Title: A Certain Immortal
Summary: Carlisle and his family are living peacefully in Calgary when Maria decides to find out what happened to her favorite creation. Based on the mention of Maria's visit in Midnight Sun.
Tags/Genres: Carlisle POV, Carlisle, Jasper, Father-Son
Thanks: Triple-X-Large sized thanks to annsteph for betaring this for me.
A/N: This has eight chapters.
"Good afternoon, Reg."
A grunt came from behind the Vietnam War headlines of the Calgary Herald, and I couldn't help but smile. Doctor Reginald Stanz had shared an office with me for five months now, and his unsociable nature worked well for both of us.
This was a good situation we had in Canada. The hunting was ample and varied, my job satisfying, and I had heard no complaints from my children about the quality of education. Esme was studying landscaping, and the garden surrounding our house was revealing her vast capacity for art. I hoped to make my home here for years to come, and I could see Reg would have no objections.
A white square of paper sat on my desk, covered in Reg's messy scrawl. It took a bit of deciphering, but I quickly concluded Simon's mother wanted a word. Ten-year-old Simon was recovering from a tonsillectomy. I'd met him last night, while covering a shift on the pediatric ward for a sick colleague.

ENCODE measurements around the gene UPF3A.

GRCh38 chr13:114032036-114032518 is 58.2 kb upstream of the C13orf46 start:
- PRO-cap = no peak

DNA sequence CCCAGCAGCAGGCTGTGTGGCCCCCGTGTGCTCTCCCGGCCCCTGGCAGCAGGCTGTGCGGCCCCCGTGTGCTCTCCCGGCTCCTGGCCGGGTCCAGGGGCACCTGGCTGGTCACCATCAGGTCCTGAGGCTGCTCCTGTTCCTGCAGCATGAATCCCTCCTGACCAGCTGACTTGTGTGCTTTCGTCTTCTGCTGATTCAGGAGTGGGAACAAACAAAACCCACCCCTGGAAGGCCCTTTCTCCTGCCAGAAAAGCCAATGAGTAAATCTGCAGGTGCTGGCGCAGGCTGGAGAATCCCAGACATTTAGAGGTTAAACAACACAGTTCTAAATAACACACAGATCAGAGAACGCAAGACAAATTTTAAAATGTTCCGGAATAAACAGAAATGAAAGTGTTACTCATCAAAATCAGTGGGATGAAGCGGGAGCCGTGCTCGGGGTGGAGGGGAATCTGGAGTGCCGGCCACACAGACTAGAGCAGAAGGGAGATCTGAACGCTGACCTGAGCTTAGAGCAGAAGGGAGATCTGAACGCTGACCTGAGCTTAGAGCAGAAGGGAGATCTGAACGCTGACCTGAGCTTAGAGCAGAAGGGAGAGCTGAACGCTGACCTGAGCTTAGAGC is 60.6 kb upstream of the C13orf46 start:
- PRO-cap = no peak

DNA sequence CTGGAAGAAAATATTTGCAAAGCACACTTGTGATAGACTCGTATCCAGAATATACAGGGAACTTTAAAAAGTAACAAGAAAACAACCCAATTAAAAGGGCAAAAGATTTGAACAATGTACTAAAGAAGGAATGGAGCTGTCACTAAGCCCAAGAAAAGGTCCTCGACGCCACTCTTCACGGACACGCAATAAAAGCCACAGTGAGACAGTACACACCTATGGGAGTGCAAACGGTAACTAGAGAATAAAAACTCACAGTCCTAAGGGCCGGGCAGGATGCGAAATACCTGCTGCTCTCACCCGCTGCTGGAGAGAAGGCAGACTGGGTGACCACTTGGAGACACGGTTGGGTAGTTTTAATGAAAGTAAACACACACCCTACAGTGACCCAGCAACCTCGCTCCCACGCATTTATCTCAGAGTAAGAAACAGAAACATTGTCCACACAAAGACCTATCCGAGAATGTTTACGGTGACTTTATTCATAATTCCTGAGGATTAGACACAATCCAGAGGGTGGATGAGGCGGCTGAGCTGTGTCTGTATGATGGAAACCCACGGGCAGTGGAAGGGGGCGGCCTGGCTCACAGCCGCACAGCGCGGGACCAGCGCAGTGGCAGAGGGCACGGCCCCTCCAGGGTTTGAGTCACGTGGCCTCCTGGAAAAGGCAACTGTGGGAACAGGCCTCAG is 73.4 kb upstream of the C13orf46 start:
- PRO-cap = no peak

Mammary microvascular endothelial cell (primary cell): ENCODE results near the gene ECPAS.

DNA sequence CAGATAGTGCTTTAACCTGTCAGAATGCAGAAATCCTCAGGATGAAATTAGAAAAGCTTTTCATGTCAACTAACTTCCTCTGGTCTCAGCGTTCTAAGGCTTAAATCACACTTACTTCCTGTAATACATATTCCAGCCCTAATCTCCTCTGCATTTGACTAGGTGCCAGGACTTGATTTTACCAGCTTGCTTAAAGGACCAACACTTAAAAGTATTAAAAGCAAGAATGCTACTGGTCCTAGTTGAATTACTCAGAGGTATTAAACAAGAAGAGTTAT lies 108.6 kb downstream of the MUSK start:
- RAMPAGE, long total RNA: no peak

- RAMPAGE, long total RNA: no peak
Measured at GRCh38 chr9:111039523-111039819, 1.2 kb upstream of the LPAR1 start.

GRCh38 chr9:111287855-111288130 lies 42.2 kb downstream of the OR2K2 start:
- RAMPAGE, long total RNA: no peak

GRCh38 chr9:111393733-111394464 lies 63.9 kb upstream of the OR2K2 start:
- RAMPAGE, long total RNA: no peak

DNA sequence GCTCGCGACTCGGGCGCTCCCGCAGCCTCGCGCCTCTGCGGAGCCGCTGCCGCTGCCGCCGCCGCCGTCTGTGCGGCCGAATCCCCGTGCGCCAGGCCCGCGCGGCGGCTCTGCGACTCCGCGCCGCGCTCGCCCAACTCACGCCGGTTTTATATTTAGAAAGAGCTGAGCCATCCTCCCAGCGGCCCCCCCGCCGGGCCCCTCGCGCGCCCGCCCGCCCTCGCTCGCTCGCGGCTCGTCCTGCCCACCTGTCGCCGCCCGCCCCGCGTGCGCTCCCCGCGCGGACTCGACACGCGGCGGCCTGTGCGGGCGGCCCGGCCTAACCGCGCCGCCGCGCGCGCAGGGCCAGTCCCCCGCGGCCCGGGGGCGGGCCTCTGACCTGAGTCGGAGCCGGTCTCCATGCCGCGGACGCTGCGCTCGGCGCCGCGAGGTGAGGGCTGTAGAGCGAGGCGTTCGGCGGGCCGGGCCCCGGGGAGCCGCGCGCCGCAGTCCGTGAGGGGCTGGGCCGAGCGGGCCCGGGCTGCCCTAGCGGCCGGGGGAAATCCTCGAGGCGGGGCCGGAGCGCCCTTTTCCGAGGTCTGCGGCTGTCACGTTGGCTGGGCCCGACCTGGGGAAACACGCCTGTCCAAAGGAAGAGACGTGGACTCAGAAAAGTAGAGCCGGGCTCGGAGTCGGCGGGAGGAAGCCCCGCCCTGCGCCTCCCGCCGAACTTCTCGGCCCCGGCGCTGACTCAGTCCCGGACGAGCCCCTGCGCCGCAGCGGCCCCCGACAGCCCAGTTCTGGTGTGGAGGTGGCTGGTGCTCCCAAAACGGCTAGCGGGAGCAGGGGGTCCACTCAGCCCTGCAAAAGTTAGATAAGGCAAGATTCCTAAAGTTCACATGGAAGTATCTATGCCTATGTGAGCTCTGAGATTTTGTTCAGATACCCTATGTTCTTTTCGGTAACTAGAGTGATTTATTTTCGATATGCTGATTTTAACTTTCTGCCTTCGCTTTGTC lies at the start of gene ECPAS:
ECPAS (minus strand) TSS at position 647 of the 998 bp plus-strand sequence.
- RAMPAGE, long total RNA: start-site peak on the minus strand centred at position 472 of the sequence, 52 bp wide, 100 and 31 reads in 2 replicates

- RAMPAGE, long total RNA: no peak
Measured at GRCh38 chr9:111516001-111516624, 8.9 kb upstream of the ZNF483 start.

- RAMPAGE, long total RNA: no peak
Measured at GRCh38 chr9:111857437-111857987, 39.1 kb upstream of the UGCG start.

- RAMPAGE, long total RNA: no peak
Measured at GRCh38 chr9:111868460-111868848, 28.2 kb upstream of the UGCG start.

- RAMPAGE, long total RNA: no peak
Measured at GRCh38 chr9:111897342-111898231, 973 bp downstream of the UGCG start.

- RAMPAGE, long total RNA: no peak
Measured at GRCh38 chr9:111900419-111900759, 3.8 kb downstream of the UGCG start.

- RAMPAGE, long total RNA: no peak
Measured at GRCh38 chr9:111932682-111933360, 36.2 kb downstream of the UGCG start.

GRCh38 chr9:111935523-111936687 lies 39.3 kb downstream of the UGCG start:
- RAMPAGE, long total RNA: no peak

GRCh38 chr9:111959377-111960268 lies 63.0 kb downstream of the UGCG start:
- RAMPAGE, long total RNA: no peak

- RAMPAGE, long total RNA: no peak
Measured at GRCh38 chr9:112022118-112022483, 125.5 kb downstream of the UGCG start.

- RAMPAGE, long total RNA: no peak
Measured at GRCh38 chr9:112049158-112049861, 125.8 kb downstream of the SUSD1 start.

Pediatrics was normally an area to avoid. Children had a habit of asking whatever question happened to cross their mind. Why are your eyes that weird color? Why are your hands so cold? Why are you so pale? It was only a matter of time before a particularly astute one asked if I was a vampire.
Last night, a nurse had grown concerned over Simon's temperature. His mother must have seen my name next to the notes in his patient file.
It seemed I needed to reassure an anxious parent.
The main ward desk was my first stop. Lana, one of the front desk receptionists, was leaning over the counter with a cup of tea, talking with the charge nurse. Lana had a reputation as the biggest gossip among the staff, which was certainly saying something. She gave me a friendly smile as I approached.
"Hello, Doctor Cullen."
I smiled. "Lana."
The charge nurse was already handing me Simon's notes.
"He's fine," she said. "She knows he's fine. I explained everything, but no. She wants to see the doctor. And not just any doctor, the one who saw him last night. She's angry that no one called her. God forbid we should not wake her up at three am for every minor change."
"Sounds like you have another DFM on the ward," Lana said.
DFM was a code term the staff used to label particularly demanding family members.
"She must be worried," I said, reading down the page, familiarizing myself with the day's developments. His temperature had returned to normal before my shift had ended, and his primary doctor had given him a thorough exam the following morning.